In the case of deep sleep also there are four states. They are suṣupti- jāgrat, where there is thesaṁskāra or impression of the entire objective universe in a latent form. This is proven by the state when a sādhaka awakens from his suṣupti state, he could not recollect anything objective but mere void pertaining to his suṣupti state. This state is called udita, which means ascended. Ascension here refers to the world emerging once again from that saṁskāra or latency when he wakes up. The next state is suṣupti-svapna. In this state, all the karmic impressions appear as increased and sharper. This state is called vipula, which means increased, because one can perceive the saṁskāra-s in a sharper way. They are fostered by Śakti so that they become stronger and sharper. When they are that sharp, they can be perceived easily by the yogī, who now knows how the machinery of bondage works and can have precognition of future events before these happen. Most people don't experience this state obviously, because if they could do that, they could anticipate future facts and consequently pain would be mitigated by a vast margin. This would break the law of karma. The third one is suṣupti-suṣupti, also known as śānta. In this state, the remnants of karmic traces lose all their potency and become subdued and tranquil. As one's ego is the sum of all the saṁskāra-s or latent impressions, when this state of suṣupti-suṣupti appears, ego is divinely transformed (it becomes peaceful or tranquil because it cannot produce bondage any more as the impressions forming it are also peaceful and tranquil) before the next phase occurs. This state is known as śānta because all the traces of objective experience become quiet and almost totally inactive (not fully inactive because this would mean that no ego would appear any more from that point on and this is not possible except in the case of a videhamukta who merges into Brahman completely, not even retaining the slightest trace of ego or personality). The fourth state is suṣupti-turya, which is known as suprasannaor very serene or peaceful. This is the state where the Yogī enters into the I-consciousness of Śiva,who appears as Cidākāśa or the Ether of Consciousness in sahasrāra.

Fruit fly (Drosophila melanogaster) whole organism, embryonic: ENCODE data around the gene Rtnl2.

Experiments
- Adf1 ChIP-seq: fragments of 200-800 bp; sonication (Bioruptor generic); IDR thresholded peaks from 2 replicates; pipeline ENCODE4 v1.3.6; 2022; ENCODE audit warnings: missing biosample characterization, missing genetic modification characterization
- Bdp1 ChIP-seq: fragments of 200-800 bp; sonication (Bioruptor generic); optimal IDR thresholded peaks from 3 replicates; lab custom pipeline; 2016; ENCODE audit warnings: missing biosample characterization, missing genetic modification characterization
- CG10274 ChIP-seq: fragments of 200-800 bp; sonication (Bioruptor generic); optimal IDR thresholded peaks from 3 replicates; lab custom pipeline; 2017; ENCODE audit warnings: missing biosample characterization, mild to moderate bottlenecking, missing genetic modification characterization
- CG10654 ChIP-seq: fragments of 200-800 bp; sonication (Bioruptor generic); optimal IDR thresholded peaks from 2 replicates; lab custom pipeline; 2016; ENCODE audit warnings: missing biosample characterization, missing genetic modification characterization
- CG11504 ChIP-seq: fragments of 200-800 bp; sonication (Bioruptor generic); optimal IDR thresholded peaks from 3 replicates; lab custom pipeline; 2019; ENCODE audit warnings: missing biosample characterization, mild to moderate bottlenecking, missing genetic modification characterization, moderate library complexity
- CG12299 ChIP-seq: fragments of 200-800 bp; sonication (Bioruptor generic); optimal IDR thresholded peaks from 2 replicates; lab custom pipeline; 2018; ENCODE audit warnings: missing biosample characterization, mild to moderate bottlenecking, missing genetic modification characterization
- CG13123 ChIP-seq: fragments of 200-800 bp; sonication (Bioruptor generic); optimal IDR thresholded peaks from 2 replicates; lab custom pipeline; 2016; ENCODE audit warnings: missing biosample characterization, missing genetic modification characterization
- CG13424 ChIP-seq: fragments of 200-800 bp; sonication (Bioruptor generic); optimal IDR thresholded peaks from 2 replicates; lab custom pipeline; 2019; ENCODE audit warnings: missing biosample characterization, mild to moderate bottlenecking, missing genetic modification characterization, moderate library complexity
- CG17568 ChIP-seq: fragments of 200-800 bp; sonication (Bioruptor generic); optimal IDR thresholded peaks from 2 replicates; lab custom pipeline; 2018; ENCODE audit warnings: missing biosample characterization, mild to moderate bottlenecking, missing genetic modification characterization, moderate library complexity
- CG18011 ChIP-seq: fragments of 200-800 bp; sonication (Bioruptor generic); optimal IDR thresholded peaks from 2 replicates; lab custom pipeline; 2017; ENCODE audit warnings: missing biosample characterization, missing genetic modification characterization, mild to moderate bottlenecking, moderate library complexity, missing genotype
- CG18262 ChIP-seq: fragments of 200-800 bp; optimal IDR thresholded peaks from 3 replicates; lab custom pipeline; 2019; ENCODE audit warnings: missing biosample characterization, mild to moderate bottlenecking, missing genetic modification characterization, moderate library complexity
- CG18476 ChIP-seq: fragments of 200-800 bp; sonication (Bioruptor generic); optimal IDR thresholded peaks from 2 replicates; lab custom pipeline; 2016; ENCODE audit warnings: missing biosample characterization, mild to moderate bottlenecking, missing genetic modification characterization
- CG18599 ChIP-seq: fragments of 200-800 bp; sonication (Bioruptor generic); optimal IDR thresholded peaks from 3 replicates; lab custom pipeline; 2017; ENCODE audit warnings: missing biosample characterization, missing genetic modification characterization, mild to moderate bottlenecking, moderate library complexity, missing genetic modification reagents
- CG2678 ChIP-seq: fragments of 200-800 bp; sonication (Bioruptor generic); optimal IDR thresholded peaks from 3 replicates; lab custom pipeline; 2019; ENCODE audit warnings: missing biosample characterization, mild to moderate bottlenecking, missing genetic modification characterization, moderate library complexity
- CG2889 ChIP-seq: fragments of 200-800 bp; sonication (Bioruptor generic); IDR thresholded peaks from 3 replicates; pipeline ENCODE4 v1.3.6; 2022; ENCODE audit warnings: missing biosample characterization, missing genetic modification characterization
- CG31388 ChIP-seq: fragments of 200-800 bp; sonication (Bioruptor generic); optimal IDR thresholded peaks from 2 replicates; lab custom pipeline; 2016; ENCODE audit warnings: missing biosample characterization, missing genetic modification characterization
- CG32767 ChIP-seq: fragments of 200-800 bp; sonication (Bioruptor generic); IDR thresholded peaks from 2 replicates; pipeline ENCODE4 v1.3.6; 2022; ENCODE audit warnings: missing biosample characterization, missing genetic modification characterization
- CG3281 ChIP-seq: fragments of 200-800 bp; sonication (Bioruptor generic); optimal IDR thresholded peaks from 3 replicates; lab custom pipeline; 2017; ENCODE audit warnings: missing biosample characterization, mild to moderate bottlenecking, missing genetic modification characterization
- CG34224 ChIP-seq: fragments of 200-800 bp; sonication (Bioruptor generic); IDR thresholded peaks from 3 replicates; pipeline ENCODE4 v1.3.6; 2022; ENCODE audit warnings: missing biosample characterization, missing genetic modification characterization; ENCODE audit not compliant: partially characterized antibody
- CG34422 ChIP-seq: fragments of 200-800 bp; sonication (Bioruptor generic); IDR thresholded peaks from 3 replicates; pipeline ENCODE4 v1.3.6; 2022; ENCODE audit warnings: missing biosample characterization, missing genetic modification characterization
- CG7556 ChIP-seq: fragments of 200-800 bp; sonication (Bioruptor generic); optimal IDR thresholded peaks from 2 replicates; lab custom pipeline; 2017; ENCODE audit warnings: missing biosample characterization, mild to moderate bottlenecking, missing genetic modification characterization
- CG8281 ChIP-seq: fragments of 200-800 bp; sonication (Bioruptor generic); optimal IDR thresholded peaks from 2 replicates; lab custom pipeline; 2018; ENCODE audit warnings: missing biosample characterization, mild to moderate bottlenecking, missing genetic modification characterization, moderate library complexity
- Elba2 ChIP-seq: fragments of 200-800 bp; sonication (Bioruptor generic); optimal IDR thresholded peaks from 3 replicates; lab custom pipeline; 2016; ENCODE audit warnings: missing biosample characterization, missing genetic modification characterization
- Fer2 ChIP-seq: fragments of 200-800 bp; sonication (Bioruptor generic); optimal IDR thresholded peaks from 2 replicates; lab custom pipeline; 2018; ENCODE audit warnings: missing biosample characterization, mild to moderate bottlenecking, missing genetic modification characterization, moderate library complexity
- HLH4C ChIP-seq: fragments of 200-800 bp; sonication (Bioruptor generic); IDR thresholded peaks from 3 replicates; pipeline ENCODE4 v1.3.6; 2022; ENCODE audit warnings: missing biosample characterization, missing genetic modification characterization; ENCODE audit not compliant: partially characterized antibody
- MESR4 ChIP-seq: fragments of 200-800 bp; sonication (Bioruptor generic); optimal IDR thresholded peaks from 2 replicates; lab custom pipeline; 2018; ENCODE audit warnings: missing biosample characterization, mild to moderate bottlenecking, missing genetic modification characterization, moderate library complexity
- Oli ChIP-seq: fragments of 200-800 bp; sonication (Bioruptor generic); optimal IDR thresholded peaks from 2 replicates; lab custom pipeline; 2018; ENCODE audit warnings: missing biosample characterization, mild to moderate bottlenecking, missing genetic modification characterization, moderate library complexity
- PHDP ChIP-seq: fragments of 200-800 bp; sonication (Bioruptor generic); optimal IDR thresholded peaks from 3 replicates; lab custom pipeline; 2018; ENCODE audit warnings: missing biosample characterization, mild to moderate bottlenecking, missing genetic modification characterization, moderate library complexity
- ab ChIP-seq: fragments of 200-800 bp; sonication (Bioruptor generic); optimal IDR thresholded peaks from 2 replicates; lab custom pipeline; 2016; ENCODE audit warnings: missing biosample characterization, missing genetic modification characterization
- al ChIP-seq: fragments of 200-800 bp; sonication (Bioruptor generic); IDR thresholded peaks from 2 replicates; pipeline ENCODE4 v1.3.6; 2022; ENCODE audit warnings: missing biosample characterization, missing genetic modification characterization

But, in the state of turya there are only three states. Turya-jāgrat is the state where the normal human mind ceases to be active and is taken over by super mind or unmanā, known as manonmanaor supramental (above the usual state of mind). This is the state where supramental power ofParamaśiva prevails, leading to the state of bliss. Turya-svapna is the next state where the Yogītranscends all the limitations. This state is known as ananta, which means boundless, infinite, because prāṇa and apāna, having reached Brahmarandhra, finally abandon the sphere of the body and merges into the Great Ether. Turya-suṣupti is the state where the Yogī sees Śakti everywhere. This state is known as sarvārtha, referring to the condition where the Yogī can be at all times in theŚiva's state without any necessity of closing his eyes, to be sitting in lotus posture and so on.Sarvārtha or “all matters, all the things” indicates that the Yogī can stay fully enlightened under all the circumstances. There is no mixture in the form of turya-turya.
In all the states, there is difference in the states of consciousness between an sādhaka and a Yogīand a Jñānī. A sādhaka is the one who has just entered the spiritual path, leaving aside his religious pursuits. He has only the will to realize the Self. He has just commenced his spiritual journey. A Yogīis the one, who stands united with the Self after an intense spiritual practice. But a Jñānī is the one, who has realized the Self through knowledge alone (no practices). Both know that they are Śiva. The merging has happened, but they continue to live till all their karmic impressions are experienced.
Turya is the fourth state of consciousness, where the Yogī identifies himself with the consciousness of Śiva. The state of turya is to be experienced to have complete understanding. Kṛṣṇa explains this state in Bhagavad Gītā (VIII. 20 and 21) thus: “Beyond this Unmanifest, there is yet another unmanifest Existence, the Supreme Divine Person, who does not perish even though all beings perish. The same Unmanifest which has been spoken of as the Indestructible is also called the supreme goal; that again is My supreme abode, attaining which, they return not to this mortal world.” For a sādhaka, it is the fourth stage of consciousness. For a yogī is the state of rūpātīta (rūpa + atīta) which means the state of transcending the common form of both subject and object. But a Jñānīdescribes turya as the state of pracaya or collectivity, because he sees everything as full of his own Self. This is the state of attaining the highest degree of divine Bliss. Pracaya means aggregative.
Turyātīta is the state of total divine ecstasy. There are no stages or states involved here. It is the state of Yogī and of a Jñānī, the complete liberation. Such a person does not practice meditation, nor does he get involved in any other spiritual practices. He knows that he is Śiva and no other practice is required as it the ultimate state. The Jñānī calls this state mahā- pracaya or great collectivity because he experiences not only the highest degree of divine Bliss but also His Absolute Freedom orSvātantrya. This is the state where everything disappears as different or separate from Śiva, one's own Self.